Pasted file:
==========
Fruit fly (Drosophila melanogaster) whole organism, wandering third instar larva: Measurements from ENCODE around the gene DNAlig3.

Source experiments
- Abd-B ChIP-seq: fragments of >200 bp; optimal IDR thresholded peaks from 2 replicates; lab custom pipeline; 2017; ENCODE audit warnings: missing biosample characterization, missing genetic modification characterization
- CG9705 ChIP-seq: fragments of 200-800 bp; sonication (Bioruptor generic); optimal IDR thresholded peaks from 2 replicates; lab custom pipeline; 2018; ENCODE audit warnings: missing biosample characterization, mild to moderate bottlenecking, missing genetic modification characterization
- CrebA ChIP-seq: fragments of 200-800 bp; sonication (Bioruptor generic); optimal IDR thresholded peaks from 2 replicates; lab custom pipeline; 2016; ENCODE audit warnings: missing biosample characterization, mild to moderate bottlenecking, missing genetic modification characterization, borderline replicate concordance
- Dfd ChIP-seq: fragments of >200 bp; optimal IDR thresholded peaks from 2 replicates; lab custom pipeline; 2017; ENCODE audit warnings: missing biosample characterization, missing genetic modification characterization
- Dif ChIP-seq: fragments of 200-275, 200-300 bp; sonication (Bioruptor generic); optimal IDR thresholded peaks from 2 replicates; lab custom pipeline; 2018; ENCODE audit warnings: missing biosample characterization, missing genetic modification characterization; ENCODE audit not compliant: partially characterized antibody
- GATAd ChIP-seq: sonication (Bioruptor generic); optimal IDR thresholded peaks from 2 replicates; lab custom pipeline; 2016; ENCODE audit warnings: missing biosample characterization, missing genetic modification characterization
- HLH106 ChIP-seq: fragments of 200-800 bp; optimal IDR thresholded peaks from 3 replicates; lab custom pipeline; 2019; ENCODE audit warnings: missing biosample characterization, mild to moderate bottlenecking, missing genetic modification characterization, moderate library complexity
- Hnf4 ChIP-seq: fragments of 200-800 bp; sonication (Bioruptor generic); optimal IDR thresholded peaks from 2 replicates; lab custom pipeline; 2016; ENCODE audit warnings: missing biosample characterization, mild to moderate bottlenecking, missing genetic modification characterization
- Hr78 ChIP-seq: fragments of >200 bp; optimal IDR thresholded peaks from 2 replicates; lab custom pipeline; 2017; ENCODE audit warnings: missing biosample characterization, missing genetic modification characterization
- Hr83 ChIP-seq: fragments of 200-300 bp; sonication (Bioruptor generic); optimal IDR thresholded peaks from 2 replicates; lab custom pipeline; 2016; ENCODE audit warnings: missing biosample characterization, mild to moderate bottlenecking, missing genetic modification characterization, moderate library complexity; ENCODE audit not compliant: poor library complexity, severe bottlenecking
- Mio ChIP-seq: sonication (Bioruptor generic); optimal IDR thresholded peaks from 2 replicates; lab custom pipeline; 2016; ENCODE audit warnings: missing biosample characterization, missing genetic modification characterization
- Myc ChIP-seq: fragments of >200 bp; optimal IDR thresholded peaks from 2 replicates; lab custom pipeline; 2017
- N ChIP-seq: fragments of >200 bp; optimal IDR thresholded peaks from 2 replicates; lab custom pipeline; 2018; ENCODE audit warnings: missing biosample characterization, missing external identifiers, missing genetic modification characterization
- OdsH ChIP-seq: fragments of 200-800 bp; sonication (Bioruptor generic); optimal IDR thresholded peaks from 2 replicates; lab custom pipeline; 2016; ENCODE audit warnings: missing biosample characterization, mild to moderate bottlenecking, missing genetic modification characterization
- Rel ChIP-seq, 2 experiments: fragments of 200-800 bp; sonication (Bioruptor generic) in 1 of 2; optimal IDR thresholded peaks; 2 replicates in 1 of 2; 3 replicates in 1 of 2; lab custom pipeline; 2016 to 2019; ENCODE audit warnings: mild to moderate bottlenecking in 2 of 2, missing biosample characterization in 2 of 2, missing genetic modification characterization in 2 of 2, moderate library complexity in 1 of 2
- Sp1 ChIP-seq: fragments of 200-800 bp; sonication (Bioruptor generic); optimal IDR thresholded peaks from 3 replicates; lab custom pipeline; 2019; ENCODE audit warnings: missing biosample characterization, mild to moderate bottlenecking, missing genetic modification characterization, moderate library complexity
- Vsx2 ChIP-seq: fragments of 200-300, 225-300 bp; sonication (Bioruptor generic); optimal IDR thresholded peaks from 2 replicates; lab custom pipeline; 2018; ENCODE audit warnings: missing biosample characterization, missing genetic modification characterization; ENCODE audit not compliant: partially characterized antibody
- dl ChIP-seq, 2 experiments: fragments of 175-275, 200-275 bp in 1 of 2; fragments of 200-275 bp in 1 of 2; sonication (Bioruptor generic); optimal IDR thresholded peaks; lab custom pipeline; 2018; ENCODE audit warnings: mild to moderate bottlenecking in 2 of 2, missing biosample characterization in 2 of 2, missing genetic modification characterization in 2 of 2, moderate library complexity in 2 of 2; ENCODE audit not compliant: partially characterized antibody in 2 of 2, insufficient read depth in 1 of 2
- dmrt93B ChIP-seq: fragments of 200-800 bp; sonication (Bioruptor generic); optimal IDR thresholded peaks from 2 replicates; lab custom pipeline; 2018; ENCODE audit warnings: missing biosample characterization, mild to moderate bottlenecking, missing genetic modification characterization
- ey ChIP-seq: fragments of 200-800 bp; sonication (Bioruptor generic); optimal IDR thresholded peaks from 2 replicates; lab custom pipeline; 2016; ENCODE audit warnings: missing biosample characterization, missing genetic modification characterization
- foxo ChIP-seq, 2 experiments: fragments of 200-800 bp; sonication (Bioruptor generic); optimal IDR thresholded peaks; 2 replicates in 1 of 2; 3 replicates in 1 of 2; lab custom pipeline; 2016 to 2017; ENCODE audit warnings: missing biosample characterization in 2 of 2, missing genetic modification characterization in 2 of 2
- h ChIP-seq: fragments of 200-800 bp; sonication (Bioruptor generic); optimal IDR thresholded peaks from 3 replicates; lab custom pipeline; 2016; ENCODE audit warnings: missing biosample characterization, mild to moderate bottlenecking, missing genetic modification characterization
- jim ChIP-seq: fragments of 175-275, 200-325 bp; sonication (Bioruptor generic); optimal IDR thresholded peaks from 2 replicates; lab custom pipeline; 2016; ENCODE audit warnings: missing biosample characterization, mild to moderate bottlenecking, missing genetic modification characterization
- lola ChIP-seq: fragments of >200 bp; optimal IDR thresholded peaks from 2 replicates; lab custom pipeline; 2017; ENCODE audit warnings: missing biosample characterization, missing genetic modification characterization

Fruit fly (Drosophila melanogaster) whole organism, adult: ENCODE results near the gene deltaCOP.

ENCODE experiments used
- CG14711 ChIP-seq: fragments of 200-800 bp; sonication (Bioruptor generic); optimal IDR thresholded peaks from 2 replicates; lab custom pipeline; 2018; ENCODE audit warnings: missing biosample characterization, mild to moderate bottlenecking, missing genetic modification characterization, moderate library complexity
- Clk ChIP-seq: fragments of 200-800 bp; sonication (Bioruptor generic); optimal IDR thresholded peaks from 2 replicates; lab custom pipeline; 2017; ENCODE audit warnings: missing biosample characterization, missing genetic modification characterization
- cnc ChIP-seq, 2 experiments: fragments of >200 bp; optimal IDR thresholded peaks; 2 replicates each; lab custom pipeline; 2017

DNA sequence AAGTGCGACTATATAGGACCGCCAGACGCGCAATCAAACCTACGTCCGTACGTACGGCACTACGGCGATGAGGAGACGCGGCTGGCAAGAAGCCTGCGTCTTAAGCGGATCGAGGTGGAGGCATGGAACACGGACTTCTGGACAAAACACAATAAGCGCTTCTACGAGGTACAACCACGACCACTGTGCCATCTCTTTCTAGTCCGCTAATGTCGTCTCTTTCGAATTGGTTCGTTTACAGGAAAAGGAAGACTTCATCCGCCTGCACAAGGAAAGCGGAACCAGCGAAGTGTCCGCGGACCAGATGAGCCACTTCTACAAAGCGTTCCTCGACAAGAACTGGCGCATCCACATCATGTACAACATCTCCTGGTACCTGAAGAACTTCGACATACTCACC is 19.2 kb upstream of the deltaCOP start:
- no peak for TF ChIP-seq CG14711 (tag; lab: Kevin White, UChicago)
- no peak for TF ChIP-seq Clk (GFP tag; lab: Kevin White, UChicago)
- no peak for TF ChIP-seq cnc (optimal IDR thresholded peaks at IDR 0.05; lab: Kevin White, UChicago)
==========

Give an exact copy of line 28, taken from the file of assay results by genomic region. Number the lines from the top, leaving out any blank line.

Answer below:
ENCODE experiments used